Parasites put a large strain on their unwilling hosts, and some host-parasite relationships are known to have crazy side effects. But sometimes the surrounding habitat can make that take-and-take relationship even more complicated, especially when that parasite is from out of town.
Researchers at East Carolina University recently published a study that investigated those complications, using an invasive parasite of a small mud crab as their model system. The parasite, Loxothylacus panopaeii, (or Loxo, for short), is a parasitic barnacle native to the Gulf of Mexico but is now widespread in populations of mud crabs all along the east coast. Loxo is capable of parasitizing several species of crabs across its range, but along the Atlantic coast it is only known to parasitize three: Eurypanopeus depressus (flatback mud crab), Rhithropanopeus harrisii (white-fingered mud crab), and Dyspanopeus sayi (Say’s mud crab). Loxo is known to castrate its crab hosts (making them unable to reproduce), and it is also known to “feminize” its male hosts, making them act in ways that normally only the females of those species would, such as tending to parasite eggs as if they were their own. The researchers studied this host-parasite system focusing on the host Eurypanopeus depressus, from here on referred to as E. depressus.
To test the effects of both predator presence and habitat complexity, the researchers recreated artificial habitats with different complexities. They used two kinds of aquaria for their set up: simple habitat with only gravel and complex habitat with both gravel and live oyster clumps. In addition to the healthy and unhealthy host crabs, two crab species that are known predators were also introduced, Menippe mercenaria (stone crab) and Panopeus herbstii (Atlantic mud crab). Multiple predators were used to simulate natural predator-prey dynamics.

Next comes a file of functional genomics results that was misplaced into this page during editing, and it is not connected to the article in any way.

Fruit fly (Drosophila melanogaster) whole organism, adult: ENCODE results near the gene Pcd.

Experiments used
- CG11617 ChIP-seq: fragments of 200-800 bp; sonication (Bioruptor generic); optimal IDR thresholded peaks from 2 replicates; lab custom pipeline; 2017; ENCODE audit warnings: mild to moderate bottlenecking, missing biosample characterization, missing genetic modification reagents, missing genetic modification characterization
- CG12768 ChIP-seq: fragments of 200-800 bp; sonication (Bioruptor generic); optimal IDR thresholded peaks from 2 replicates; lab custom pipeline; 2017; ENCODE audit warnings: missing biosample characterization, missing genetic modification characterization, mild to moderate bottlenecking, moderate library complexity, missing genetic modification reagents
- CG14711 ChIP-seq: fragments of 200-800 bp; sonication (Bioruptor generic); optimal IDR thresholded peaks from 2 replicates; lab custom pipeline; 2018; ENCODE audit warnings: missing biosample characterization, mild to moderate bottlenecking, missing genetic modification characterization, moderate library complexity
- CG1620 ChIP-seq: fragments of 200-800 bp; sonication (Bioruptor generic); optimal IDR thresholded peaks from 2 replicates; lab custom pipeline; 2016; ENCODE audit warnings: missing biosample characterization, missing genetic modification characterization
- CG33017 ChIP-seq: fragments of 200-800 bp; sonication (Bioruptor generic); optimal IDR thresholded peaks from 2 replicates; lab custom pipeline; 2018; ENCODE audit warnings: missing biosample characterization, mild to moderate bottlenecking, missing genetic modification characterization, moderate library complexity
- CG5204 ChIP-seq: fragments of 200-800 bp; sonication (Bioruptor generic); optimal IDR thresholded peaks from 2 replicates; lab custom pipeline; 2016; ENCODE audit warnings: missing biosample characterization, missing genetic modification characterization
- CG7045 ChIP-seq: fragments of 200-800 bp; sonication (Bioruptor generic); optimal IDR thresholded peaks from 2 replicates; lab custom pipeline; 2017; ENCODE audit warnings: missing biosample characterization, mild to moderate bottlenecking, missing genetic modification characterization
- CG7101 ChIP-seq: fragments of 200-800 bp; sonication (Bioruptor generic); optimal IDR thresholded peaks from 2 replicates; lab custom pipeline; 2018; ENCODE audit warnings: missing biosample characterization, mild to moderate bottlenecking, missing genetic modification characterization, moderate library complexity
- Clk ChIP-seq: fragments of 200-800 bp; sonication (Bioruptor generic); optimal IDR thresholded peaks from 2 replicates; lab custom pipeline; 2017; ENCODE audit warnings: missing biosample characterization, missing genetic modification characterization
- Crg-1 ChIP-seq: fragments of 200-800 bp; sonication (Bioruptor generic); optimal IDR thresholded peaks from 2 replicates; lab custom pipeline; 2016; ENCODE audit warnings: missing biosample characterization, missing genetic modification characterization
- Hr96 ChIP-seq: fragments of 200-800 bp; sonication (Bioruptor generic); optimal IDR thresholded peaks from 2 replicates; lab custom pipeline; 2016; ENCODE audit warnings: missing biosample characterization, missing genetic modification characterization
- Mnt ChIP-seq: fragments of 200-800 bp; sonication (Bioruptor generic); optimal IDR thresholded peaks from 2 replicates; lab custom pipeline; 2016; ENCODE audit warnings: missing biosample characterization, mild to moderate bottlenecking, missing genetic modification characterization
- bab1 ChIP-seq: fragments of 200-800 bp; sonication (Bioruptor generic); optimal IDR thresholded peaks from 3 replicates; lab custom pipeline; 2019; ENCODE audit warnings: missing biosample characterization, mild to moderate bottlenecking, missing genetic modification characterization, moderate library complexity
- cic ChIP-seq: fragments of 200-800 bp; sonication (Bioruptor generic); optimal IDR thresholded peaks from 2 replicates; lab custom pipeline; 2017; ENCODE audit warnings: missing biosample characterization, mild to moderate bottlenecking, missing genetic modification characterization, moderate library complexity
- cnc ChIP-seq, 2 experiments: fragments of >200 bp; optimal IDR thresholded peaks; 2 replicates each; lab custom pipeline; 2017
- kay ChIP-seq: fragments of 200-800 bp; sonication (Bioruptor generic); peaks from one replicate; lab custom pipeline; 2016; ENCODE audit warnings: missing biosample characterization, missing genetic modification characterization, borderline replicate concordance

The experiment consisted of three 7-day trials using 8-10 matched pairs of healthy and infected E. depressus crabs and one of each predatory crab in each of the two aquaria. Daily checks of each aquaria were performed, and the number of healthy and infected crabs remaining in each habitat type was recorded, in addition to the hiding preference of crabs in the complex habitat (in the oysters or in the gravel). Since individuals were not marked and the predatory crabs consume the majority of their prey, a reduced number of crabs was indicative of predation. In the simple habitat (only aquarium gravel), the infected crabs were all eaten quickly, while the healthy crabs lasted several days longer. However, in the complex habitat, there was no significant difference in how long the healthy and infected crabs were able to avoid predation. Additionally, the infected crabs were more often found using the oysters as hiding spots as opposed to the gravel.
This experiment has helped further the understanding of how hosts of this invasive parasite behave and interact with other organisms in their surrounding environment. The parasite puts a great strain on its host and reduces its ability to avoid predators in simple habitat conditions. However, in complex habitats, this vulnerability to predators is made up for with the addition of plenty of hiding spots. This suggests that Loxo may be more successful at parasitizing its hosts and reproducing in more complex environments where its hosts can survive while infected. Looking at the habitat structure of the locations where Loxo is more prevalent may help answer this question on habitat complexity. Additionally, it is unclear if the hiding preference of infected crabs to hide in oysters is a result of the parasite directly or a general response to illness.
For more information:
Brothers, C. A., & Blakeslee, A. M. (2021). Alien vs predator play hide and seek: How habitat complexity alters parasite mediated host survival. Journal of Experimental Marine Biology and Ecology, 535, 151488. https://doi.org/10.1016/j.jembe.2020.151488
[All images provided by Christofer Brothers; Edited by Lindsey Broadus]